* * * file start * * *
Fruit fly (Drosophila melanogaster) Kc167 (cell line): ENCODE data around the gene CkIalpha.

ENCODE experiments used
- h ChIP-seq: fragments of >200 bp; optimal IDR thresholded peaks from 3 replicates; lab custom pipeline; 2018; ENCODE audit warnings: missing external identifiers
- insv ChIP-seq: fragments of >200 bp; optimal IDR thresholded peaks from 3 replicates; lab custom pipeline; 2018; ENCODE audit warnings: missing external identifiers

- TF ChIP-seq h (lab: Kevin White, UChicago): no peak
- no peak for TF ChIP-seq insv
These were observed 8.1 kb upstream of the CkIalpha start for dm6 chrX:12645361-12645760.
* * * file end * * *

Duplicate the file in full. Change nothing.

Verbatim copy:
Fruit fly (Drosophila melanogaster) Kc167 (cell line): ENCODE data around the gene CkIalpha.

ENCODE experiments used
- h ChIP-seq: fragments of >200 bp; optimal IDR thresholded peaks from 3 replicates; lab custom pipeline; 2018; ENCODE audit warnings: missing external identifiers
- insv ChIP-seq: fragments of >200 bp; optimal IDR thresholded peaks from 3 replicates; lab custom pipeline; 2018; ENCODE audit warnings: missing external identifiers

- TF ChIP-seq h (lab: Kevin White, UChicago): no peak
- no peak for TF ChIP-seq insv
These were observed 8.1 kb upstream of the CkIalpha start for dm6 chrX:12645361-12645760.